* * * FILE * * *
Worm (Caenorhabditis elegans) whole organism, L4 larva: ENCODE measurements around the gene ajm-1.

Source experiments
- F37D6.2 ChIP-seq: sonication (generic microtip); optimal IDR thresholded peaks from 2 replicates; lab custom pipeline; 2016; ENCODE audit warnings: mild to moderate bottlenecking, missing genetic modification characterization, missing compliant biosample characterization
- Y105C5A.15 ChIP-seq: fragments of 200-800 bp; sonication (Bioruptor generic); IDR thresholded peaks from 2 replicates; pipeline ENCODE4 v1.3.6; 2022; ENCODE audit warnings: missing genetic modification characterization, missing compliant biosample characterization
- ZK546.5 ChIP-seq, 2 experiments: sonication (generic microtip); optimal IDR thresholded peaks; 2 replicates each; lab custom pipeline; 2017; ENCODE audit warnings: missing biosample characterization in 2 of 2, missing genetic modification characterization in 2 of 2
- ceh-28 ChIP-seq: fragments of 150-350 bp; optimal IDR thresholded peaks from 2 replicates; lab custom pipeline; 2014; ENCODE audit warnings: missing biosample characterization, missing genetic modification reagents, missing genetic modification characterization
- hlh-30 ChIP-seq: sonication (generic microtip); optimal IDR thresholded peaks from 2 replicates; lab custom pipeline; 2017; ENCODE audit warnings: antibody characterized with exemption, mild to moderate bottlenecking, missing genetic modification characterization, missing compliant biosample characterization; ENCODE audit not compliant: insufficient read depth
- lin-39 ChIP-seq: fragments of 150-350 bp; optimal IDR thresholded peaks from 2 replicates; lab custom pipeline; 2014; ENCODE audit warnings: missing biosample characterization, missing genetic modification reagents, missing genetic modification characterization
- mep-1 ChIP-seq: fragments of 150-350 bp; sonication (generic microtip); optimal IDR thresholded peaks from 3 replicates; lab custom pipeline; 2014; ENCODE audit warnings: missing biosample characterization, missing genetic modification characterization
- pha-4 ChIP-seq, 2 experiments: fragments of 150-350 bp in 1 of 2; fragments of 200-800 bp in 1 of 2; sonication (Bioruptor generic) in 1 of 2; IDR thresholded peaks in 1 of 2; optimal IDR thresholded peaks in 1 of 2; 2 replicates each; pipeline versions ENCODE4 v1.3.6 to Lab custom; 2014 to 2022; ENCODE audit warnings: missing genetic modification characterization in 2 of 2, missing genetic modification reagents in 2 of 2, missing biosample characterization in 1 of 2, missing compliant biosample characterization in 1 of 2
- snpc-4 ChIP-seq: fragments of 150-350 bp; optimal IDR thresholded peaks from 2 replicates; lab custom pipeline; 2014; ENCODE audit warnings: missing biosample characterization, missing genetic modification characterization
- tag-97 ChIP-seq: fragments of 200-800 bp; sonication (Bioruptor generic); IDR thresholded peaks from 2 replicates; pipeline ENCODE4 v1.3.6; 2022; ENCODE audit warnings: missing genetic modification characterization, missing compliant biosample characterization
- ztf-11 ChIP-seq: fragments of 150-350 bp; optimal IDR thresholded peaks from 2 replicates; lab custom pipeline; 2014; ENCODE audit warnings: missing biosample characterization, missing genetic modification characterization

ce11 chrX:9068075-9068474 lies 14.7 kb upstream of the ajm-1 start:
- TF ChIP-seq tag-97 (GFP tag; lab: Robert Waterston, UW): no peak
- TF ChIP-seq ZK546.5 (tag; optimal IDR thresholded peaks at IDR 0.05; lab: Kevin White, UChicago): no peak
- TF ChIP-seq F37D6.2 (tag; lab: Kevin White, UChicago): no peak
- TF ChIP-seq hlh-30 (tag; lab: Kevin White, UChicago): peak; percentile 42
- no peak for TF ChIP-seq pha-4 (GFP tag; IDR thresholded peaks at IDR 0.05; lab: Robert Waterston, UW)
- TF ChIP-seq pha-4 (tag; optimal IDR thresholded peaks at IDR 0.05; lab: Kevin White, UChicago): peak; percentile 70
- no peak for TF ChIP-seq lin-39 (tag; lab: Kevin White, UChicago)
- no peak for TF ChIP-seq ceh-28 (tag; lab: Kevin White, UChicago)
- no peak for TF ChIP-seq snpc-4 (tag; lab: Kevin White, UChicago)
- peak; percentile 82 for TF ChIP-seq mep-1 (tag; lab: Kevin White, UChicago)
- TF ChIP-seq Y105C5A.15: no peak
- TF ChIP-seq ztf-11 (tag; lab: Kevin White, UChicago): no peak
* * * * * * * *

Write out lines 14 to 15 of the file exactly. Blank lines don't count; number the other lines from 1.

ce11 chrX:9068075-9068474 lies 14.7 kb upstream of the ajm-1 start:
- TF ChIP-seq tag-97 (GFP tag; lab: Robert Waterston, UW): no peak